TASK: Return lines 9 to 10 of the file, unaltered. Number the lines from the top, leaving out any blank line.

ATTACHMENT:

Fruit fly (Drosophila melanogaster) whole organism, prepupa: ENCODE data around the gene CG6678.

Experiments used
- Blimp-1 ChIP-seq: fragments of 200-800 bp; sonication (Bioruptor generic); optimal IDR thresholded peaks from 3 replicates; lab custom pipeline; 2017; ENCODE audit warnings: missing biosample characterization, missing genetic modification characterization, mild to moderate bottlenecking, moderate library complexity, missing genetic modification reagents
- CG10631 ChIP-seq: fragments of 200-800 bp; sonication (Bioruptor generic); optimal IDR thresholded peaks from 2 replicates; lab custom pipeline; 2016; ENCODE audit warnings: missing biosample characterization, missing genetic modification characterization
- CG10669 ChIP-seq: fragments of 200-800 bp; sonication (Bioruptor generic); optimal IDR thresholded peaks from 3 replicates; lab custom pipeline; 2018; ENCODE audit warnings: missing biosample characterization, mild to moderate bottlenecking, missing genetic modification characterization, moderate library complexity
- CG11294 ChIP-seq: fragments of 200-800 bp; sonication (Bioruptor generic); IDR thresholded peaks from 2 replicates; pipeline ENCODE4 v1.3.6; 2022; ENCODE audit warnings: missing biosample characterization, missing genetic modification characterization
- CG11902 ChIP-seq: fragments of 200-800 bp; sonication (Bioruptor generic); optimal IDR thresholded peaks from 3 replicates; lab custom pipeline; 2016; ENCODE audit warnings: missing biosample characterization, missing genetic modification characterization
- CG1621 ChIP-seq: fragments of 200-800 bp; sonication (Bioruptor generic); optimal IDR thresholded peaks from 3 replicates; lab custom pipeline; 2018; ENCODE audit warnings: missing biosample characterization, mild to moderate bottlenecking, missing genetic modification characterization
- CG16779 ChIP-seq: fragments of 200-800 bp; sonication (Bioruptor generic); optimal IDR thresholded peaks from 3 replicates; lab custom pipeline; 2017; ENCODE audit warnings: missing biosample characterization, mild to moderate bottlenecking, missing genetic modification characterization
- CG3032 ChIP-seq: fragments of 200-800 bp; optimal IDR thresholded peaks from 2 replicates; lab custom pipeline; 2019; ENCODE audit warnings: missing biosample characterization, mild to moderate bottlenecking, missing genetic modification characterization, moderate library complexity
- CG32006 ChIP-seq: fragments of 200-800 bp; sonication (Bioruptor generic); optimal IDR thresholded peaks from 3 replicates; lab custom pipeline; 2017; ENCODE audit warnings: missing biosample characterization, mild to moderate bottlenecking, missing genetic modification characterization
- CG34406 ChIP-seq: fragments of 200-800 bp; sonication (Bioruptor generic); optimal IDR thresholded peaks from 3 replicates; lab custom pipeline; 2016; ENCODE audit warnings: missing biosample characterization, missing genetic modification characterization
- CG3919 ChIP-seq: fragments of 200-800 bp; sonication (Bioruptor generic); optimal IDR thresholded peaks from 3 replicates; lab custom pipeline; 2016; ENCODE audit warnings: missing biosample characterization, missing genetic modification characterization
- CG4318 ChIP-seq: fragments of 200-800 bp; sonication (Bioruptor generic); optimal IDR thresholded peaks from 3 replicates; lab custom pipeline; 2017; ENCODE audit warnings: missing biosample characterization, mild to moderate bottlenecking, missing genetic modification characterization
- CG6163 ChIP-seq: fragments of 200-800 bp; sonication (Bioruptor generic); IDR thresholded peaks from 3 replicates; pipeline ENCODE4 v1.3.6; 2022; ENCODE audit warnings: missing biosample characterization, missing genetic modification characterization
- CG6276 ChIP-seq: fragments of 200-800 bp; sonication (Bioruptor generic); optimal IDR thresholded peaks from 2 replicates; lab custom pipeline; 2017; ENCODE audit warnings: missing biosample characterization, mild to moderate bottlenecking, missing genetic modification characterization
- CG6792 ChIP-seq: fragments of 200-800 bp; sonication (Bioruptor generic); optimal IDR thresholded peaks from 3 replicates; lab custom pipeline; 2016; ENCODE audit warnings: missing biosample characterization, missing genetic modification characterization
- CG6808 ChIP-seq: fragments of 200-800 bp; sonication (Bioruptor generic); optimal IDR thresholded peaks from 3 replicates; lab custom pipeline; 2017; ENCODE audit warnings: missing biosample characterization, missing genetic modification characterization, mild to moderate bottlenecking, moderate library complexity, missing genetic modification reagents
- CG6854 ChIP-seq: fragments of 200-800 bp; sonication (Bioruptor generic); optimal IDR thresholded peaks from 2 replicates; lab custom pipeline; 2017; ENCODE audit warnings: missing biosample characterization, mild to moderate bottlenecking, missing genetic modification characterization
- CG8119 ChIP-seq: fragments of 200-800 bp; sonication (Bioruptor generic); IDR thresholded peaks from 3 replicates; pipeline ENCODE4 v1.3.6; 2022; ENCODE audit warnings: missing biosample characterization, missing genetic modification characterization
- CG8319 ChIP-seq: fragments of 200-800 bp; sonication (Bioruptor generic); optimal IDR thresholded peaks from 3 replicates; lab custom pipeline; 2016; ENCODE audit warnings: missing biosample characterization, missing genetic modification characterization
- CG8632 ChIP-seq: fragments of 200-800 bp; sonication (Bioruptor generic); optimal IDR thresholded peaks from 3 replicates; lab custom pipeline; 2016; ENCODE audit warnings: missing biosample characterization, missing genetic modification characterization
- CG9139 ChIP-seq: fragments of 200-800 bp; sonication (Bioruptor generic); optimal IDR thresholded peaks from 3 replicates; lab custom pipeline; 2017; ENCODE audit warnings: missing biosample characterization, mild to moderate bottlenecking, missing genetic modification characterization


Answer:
- CG16779 ChIP-seq: fragments of 200-800 bp; sonication (Bioruptor generic); optimal IDR thresholded peaks from 3 replicates; lab custom pipeline; 2017; ENCODE audit warnings: missing biosample characterization, mild to moderate bottlenecking, missing genetic modification characterization
- CG3032 ChIP-seq: fragments of 200-800 bp; optimal IDR thresholded peaks from 2 replicates; lab custom pipeline; 2019; ENCODE audit warnings: missing biosample characterization, mild to moderate bottlenecking, missing genetic modification characterization, moderate library complexity